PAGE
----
EPA launches retrofitting programme for old diesel engines
The US EPA has launched a voluntary programme designed to encourage state and local governments and businesses to retrofit older diesel engines with pollution control devices.
The ‘Diesel Retrofit Initiative’ is intended to reduce pollution from existing heavy-duty diesel engines used in trucks, buses and construction equipment. The EPA estimates there are more than four million heavy-duty diesel vehicles operating in the United States, most of them without pollution controls.
The EPA hopes to get commitments from other federal agencies, state governments, environmental groups and industries to use available technology and other methods to reduce pollution from existing diesel engines.
Environmentalists welcomed the plan. “This is a step towards tackling one of the nation’s biggest and most lethal air pollution problems,” said Frank O’Donnell, executive director of the Clean Air Trust.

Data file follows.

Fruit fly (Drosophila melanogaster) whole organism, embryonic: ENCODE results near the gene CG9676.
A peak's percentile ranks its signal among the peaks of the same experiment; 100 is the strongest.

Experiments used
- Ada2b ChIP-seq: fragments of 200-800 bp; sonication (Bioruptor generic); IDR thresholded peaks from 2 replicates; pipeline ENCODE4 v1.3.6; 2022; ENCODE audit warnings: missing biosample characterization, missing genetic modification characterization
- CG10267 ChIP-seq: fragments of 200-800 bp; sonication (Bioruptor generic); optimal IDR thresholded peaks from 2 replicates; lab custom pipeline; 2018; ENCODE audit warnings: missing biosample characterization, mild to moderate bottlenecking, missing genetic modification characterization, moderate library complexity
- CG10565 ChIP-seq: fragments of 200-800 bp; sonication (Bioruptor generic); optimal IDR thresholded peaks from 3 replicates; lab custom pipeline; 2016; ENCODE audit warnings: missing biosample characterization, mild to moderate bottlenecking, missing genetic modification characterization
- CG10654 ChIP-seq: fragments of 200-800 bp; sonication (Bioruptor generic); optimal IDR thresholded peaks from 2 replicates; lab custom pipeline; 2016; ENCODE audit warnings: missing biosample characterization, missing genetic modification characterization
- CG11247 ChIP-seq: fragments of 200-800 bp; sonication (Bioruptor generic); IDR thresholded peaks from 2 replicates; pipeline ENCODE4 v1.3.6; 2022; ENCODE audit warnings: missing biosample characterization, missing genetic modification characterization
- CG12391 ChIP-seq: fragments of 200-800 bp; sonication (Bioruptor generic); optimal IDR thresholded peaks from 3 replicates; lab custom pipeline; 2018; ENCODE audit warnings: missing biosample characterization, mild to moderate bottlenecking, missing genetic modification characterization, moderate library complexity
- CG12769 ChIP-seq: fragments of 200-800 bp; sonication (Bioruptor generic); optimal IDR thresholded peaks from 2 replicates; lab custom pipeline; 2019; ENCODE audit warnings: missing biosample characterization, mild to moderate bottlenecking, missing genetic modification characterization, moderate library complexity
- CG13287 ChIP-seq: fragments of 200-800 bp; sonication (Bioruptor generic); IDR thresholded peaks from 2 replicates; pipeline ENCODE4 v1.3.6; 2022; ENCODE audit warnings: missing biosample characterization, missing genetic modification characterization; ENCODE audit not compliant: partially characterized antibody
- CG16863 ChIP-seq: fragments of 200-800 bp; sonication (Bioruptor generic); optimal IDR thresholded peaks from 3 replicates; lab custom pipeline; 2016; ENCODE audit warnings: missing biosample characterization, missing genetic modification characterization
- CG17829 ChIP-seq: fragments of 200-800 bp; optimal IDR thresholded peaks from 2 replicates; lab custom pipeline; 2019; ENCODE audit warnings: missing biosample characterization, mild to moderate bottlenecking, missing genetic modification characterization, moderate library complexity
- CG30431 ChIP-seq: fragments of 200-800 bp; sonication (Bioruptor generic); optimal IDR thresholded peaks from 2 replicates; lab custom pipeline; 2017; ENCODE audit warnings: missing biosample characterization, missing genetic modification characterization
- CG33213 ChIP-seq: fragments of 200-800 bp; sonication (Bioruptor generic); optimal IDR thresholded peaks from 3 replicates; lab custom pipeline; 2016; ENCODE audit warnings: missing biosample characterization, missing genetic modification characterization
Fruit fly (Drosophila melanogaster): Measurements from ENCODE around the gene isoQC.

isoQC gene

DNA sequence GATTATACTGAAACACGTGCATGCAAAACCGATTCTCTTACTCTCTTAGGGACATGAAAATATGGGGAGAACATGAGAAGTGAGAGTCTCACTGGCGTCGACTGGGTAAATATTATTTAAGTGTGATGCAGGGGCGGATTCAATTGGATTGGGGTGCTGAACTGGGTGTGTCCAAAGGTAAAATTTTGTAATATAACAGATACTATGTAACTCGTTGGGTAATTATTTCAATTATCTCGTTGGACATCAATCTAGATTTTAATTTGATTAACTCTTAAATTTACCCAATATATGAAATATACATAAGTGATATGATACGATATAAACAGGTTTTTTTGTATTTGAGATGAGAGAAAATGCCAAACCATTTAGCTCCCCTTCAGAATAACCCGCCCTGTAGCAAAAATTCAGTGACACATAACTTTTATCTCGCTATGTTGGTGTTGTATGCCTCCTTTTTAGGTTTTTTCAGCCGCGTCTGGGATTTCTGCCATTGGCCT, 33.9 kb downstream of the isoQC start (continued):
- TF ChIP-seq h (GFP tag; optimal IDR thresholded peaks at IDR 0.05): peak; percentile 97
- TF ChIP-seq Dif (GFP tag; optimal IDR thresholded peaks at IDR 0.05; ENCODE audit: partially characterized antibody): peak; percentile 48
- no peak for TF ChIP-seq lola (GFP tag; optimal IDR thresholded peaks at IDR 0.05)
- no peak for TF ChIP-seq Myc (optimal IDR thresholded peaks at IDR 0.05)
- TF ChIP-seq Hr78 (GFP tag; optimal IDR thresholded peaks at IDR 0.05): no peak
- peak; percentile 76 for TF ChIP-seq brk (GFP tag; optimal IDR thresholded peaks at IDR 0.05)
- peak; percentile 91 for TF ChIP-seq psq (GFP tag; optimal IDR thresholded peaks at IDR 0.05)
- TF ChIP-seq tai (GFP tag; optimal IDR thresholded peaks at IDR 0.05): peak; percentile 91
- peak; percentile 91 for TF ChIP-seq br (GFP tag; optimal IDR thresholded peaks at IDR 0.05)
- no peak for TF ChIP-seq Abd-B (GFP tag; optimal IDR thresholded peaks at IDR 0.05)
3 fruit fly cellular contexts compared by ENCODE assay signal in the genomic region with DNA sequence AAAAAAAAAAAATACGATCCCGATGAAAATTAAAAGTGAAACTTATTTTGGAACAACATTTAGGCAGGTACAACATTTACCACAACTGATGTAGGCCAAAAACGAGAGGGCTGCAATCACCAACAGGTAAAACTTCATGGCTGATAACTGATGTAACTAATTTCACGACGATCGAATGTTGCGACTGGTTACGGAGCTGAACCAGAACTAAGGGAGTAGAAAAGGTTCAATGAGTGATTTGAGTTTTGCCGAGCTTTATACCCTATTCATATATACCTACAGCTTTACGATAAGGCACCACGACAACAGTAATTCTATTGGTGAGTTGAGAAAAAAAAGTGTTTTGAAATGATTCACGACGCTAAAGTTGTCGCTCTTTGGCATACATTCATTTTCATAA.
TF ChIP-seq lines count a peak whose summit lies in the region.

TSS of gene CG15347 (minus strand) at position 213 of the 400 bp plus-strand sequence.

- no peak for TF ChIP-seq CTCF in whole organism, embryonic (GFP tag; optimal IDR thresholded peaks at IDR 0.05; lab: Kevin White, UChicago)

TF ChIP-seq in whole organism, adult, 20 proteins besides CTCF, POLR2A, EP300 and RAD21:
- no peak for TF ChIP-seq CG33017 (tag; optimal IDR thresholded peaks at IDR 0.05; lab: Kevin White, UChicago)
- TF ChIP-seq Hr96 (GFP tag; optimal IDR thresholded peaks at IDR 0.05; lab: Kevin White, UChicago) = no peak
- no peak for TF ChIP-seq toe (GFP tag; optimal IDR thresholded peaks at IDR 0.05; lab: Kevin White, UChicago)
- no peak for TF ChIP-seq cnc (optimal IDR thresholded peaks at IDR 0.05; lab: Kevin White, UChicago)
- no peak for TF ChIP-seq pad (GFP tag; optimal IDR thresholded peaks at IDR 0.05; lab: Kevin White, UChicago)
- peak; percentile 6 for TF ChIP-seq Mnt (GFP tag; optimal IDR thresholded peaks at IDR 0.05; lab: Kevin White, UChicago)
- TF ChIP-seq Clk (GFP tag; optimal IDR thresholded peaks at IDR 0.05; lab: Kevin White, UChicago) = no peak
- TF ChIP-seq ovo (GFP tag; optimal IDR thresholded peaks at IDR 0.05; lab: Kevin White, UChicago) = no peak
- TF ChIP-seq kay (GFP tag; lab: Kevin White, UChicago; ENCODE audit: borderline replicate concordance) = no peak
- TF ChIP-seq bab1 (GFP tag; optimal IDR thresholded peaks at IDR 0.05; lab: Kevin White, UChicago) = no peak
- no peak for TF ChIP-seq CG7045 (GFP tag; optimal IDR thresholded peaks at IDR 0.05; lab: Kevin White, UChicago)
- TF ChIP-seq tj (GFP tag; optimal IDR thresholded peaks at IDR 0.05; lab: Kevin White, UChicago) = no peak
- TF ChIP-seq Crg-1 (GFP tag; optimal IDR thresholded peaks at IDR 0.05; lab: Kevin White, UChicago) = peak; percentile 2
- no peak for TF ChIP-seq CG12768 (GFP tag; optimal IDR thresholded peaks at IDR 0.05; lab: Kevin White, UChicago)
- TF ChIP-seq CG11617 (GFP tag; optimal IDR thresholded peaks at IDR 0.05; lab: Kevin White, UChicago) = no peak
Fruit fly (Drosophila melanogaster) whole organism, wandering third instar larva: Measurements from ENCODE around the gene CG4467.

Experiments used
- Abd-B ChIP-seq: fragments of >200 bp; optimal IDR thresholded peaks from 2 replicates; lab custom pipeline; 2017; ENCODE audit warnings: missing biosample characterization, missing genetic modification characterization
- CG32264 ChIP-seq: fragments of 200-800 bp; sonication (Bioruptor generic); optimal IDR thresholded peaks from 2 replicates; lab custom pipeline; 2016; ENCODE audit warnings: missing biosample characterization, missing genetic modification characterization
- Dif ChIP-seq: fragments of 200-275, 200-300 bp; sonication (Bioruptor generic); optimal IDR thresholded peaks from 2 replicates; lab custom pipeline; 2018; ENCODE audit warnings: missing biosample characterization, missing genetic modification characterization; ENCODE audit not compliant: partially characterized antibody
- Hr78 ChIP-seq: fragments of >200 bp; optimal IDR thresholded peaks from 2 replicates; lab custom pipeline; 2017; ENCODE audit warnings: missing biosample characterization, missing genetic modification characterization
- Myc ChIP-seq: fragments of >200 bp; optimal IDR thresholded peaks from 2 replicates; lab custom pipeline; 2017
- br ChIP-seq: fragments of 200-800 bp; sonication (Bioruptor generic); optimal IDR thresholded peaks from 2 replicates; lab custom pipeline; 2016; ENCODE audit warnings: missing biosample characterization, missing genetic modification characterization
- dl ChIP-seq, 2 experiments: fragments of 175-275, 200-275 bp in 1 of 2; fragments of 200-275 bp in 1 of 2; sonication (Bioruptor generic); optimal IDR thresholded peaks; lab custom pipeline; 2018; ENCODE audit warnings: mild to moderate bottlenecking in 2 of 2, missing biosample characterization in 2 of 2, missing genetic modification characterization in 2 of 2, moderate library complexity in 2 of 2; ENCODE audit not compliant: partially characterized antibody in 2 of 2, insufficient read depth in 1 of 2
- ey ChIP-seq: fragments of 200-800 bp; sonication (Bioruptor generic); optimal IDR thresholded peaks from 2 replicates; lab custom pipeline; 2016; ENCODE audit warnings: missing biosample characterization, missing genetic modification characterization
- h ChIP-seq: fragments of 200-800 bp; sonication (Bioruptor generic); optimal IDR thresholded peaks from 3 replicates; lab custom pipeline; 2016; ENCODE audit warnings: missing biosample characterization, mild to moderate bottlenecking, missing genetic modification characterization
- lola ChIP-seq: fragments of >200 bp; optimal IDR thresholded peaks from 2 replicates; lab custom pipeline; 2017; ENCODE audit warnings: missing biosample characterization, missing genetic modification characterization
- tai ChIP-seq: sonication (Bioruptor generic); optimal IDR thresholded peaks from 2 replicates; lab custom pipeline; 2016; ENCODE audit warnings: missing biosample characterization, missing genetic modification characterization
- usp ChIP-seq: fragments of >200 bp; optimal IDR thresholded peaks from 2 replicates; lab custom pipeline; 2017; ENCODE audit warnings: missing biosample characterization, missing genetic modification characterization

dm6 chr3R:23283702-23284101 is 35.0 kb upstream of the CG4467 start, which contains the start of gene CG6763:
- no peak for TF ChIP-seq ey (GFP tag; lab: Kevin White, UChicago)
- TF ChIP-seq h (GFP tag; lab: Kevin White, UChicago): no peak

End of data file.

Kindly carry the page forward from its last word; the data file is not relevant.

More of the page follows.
O’Donnell said, however, that the EPA still needs to set high standards for new diesel trucks and buses and must eliminate as much sulphur as possible from diesel in order to prevent it inhibiting the performance of pollution control devices.
Diesel engines are the US’s largest source of nitrogen oxides (NOx), producing nearly one-third of the country’s urban air pollution. Diesel engines also produce up to half the soot particles found in urban air, causing more than 125,000 cancers.